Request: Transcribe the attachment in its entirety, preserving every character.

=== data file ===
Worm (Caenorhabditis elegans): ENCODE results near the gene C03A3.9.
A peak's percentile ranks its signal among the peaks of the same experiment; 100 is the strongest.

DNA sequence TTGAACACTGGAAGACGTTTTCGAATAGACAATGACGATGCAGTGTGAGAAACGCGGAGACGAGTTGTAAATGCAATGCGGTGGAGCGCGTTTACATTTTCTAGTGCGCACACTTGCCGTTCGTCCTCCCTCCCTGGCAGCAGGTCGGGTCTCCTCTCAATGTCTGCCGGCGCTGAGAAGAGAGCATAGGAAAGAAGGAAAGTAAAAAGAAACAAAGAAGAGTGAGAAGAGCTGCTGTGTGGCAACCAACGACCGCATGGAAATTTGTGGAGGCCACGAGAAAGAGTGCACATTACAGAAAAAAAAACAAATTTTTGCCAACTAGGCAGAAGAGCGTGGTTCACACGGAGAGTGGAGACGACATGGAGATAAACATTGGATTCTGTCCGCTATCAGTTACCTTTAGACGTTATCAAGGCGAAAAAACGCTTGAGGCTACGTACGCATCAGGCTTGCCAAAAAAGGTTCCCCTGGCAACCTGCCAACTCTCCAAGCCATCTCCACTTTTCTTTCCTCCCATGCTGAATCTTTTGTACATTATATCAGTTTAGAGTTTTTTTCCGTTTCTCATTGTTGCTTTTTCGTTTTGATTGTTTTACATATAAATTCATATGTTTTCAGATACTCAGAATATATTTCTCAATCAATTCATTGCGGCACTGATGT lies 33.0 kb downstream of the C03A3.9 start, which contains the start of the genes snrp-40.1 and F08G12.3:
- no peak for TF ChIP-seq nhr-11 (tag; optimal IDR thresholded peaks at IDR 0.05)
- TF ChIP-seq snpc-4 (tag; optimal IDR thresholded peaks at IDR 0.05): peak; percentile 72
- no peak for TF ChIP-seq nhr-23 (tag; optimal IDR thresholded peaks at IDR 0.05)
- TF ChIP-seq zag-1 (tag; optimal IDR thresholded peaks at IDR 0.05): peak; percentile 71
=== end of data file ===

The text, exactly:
Worm (Caenorhabditis elegans): ENCODE results near the gene C03A3.9.
A peak's percentile ranks its signal among the peaks of the same experiment; 100 is the strongest.

DNA sequence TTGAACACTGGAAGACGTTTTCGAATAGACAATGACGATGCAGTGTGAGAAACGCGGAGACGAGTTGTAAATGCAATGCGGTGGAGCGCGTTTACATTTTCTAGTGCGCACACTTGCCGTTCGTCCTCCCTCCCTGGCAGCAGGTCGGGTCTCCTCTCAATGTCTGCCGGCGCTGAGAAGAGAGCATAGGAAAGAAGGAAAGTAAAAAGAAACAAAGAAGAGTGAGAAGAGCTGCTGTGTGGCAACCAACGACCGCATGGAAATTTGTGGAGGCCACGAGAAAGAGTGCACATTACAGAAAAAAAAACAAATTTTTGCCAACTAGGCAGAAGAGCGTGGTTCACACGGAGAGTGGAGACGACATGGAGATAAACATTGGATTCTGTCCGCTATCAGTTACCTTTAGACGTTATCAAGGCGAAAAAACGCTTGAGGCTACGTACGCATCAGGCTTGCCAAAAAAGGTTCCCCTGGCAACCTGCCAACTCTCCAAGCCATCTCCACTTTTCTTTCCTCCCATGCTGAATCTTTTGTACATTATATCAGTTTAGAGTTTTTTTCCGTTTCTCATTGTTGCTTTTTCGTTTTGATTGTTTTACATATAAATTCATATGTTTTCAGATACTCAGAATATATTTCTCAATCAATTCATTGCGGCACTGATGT lies 33.0 kb downstream of the C03A3.9 start, which contains the start of the genes snrp-40.1 and F08G12.3:
- no peak for TF ChIP-seq nhr-11 (tag; optimal IDR thresholded peaks at IDR 0.05)
- TF ChIP-seq snpc-4 (tag; optimal IDR thresholded peaks at IDR 0.05): peak; percentile 72
- no peak for TF ChIP-seq nhr-23 (tag; optimal IDR thresholded peaks at IDR 0.05)
- TF ChIP-seq zag-1 (tag; optimal IDR thresholded peaks at IDR 0.05): peak; percentile 71